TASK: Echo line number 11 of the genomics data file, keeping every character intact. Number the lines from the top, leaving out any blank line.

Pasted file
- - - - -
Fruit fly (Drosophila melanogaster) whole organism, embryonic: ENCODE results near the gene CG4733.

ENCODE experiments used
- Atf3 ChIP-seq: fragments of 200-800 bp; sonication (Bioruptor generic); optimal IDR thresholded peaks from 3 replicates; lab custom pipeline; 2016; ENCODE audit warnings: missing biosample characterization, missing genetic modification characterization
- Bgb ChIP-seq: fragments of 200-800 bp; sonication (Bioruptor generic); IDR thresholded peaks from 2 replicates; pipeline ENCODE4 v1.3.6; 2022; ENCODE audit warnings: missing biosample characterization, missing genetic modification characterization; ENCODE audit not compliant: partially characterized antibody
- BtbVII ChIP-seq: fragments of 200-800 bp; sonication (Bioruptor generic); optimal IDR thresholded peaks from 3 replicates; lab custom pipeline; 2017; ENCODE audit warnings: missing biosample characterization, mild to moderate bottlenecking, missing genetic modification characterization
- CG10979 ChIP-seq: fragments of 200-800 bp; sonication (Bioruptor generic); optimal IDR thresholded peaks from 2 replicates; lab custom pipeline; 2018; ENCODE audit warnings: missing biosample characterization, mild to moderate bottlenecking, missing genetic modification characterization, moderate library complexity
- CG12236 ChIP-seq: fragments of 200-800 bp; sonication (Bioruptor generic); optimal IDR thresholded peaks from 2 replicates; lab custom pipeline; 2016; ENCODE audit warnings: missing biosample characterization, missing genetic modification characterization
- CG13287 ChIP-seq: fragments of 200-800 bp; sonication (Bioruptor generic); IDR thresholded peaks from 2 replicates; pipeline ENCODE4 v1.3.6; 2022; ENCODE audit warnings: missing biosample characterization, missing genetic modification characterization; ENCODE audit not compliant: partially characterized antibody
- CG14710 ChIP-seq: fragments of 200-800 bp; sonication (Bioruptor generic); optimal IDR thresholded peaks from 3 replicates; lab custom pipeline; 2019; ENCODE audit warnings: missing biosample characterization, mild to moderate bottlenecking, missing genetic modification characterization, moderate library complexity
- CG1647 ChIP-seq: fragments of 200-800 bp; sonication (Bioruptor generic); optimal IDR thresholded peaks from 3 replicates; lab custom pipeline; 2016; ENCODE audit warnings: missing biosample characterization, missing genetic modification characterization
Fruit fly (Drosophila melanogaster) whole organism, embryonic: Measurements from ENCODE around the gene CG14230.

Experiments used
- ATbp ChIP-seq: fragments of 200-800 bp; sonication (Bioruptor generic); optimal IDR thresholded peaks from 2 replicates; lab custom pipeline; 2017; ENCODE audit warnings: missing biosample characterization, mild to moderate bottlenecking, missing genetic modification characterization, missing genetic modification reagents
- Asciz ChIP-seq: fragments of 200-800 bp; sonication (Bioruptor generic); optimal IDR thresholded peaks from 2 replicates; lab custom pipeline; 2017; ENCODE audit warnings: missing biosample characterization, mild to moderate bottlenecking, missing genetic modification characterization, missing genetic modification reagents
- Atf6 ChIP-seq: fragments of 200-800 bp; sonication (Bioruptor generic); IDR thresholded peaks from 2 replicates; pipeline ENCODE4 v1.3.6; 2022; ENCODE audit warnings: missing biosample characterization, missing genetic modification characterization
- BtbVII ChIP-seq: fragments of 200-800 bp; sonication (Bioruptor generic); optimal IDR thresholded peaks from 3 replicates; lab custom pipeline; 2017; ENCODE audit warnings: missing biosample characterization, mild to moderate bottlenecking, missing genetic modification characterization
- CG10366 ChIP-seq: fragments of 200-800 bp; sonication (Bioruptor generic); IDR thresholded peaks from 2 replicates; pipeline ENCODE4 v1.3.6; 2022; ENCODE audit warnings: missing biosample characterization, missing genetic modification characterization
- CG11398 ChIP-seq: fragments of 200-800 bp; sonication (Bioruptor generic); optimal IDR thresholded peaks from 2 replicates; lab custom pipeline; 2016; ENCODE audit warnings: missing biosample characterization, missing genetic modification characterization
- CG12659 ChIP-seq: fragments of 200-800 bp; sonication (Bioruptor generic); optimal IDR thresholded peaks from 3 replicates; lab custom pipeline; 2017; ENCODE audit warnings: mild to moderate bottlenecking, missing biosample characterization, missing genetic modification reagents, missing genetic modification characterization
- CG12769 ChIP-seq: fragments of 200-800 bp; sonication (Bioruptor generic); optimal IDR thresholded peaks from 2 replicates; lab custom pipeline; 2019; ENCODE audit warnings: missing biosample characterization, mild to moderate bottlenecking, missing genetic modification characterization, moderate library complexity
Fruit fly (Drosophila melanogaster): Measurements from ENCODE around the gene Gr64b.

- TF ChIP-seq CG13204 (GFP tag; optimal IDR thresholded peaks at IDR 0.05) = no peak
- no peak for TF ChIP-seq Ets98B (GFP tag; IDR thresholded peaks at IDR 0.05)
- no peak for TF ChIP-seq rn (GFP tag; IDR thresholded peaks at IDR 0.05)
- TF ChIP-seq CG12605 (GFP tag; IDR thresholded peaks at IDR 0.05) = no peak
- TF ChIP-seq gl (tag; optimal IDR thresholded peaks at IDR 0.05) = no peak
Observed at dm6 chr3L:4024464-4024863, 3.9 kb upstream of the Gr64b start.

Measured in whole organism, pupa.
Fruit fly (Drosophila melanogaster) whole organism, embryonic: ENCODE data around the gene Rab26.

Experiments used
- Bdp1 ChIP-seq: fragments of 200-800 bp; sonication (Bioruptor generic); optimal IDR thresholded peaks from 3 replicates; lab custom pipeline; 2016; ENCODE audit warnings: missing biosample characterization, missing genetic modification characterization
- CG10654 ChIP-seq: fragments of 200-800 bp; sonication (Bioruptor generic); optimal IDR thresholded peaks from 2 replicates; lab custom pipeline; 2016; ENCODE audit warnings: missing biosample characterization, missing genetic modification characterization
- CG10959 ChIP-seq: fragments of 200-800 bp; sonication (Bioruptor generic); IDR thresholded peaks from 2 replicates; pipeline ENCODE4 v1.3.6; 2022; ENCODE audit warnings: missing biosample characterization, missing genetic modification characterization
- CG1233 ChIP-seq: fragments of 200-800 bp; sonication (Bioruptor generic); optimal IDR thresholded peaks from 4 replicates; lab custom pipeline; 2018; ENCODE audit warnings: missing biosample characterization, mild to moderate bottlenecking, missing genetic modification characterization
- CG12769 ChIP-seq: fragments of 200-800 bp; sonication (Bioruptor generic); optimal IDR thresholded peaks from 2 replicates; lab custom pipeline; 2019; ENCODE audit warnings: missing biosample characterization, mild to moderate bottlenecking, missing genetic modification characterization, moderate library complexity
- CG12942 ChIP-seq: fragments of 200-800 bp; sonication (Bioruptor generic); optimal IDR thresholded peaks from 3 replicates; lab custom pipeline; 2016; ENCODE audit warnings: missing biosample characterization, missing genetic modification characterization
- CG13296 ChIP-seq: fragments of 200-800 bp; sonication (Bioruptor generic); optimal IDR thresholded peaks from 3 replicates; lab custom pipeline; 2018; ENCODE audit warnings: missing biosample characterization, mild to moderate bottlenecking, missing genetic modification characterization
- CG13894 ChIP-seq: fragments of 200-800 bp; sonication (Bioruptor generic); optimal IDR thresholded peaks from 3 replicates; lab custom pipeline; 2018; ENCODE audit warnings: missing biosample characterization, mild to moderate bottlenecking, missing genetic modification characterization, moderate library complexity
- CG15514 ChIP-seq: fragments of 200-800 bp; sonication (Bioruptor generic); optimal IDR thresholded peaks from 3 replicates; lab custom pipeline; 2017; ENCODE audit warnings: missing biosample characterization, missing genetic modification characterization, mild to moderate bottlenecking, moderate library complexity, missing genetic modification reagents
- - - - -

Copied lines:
Fruit fly (Drosophila melanogaster) whole organism, embryonic: Measurements from ENCODE around the gene CG14230.